Parker Posey is known, legitimately, as Queen of the Indies, but does that even cover it? Her presence in the films of the Sundance generation is indeed majestic and crucial, both elevating the films themselves, including Party Girl (1995), Richard Linklater‘s Dazed and Confused (1993), Noah Baumbach‘s Kicking and Screaming (1995), and Greg Mottola’s The Daytrippers (1997), but also linking them as pieces of a whole, a canon. Within the films, though, her performances have the quicksilver kiss and danger of mercury. She is often hilarious and always unpredictable—whether as the chaotic basket case who imagines she is Jackie Kennedy in The House of Yes (1997), the kooky heroine of Hal Hartley’s Fay Grim (2007), or the boring ditz in Christopher Guest’s masterpiece Best in Show (2000). It’s a breathlessly exhilarating thing, watching her, sensing that she too has no idea where the performance could take her.
Which is perhaps why she has found such a comfortable home within Guest’s troupe of brilliant improvisational comedians. They make for the perfect co-conspirators, and Guest’s premises—like this month’s Mascots, on Netflix, in which Posey and the gang play competitive mascots—an invitation for her best work.
Posey was born in Baltimore and raised in Louisiana and Mississippi, but one can hardly think of her, or her pal the artist, actor, and musician John Lurie, as anything but through-and-through New Yorkers. In July, just as Posey’s second film with Woody Allen, Café Society, was opening in theaters—on the way is a caper film with director James Oakley, The Brits Are Coming—the two Big Apple icons talked about summer in the city, about running errands, and auditioning for Woody.
PARKER POSEY: Hi, John.
JOHN LURIE: Parker!
POSEY: Sorry if it’s loud. I’m getting a bubble tea. [laughs]
LURIE: You’re out on the street?
POSEY: Well, I’m actually on the sidewalk. I just saw the Woody Allen movie today. I’m doing all this stuff that I could’ve done last week, sporadically. Where are you? Are you on your island?
LURIE: Yeah, I’m on my island.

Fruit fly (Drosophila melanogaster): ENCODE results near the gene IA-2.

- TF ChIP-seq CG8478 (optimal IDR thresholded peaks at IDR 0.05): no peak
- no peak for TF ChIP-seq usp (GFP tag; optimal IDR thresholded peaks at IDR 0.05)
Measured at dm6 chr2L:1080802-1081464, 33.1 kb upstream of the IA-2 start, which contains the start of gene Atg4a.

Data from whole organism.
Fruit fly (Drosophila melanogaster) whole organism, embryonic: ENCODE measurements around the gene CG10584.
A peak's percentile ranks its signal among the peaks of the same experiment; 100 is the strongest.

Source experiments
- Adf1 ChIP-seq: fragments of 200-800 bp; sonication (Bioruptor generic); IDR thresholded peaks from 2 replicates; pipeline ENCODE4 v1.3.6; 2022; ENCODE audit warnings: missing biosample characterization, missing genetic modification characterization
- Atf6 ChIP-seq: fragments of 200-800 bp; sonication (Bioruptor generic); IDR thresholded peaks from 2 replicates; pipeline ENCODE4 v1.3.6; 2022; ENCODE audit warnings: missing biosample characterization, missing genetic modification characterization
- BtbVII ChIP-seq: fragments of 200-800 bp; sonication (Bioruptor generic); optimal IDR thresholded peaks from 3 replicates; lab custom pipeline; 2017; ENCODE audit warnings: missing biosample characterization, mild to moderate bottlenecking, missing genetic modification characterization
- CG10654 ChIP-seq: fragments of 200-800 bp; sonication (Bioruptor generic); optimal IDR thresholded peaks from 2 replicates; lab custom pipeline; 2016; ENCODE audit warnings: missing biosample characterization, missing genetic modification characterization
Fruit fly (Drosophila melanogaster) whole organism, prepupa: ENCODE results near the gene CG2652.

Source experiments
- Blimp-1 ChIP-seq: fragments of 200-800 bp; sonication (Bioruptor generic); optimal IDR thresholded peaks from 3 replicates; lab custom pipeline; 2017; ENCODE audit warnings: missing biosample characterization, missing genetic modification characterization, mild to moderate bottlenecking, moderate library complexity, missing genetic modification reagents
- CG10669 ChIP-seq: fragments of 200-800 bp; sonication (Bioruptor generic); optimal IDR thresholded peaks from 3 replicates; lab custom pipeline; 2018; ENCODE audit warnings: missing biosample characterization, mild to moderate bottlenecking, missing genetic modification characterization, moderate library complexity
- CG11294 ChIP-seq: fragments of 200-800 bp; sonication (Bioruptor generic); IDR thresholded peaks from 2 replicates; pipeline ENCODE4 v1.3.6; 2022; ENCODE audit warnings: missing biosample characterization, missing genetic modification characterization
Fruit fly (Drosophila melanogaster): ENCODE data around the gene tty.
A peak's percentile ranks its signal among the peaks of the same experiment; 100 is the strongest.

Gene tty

POSEY: Where is it again?
LURIE: I’m not saying. It’s a secret.
POSEY: Oh, okay. [laughs] Are you painting?
LURIE: You don’t get to ask me questions.
POSEY: I’m sorry. [laughs] I’m sorry I missed you when you were in New York. In January I had all these resolutions. One was to join social media, which I did—and I started writing a book. So I’ve been absorbed in that.
LURIE: What’s the book?
POSEY: I guess it’s kind of memoir writing. It’s an adult coloring book as well. [Lurie laughs] I’ve done a lot of crafts in my day. I learned how to do pottery, yoga … and I just wanted to share and talk and write. It felt really good to kind of find my voice and say stuff, and to be funny, hopefully. I don’t think my agent really gets it.
LURIE: This is your acting agent?
POSEY: No, he’s a lit agent, and he’s also a neighbor. I have a country house and an apartment in the city and two mortgages, which is crazy. And I was beginning to think that I’m going to have to sell the farm, you know?
LURIE: Oh, so you’re selling the farm?
POSEY: No, I’m not.
LURIE: Wait, hang on, we’re supposed to be talking about the movie Mascots, right?
POSEY: Oh, okay. We could talk about that, but this is Interview magazine; we can just, like, have a conversation. I could hang up now, and they’ll print what we said so far.
LURIE: And that was it? And that was enough?
POSEY: [to someone else] My pants are ripped in the back? Oh. Thank you very much. [to Lurie] I have a rip in my pants now.
LURIE: Wait, you’re on the streets in Manhattan, and someone just told you that you had a rip in your pants?
POSEY: [laughs] Yeah. My underwear is hanging out. Okay. It’s flower-pant Monday. I have these flower pants that I got at a flea market in L.A. They’re cotton; they’re so comfortable. I’ve had them for years, and I patched them, and, well, I think I’m going to have to patch them again. The rip isn’t too bad now, but when I start walking, it’s going to get worse, John.
LURIE: [laughs] I don’t know how I can help you from here.
POSEY: You can’t. There’s no way. So did you get to see Mascots?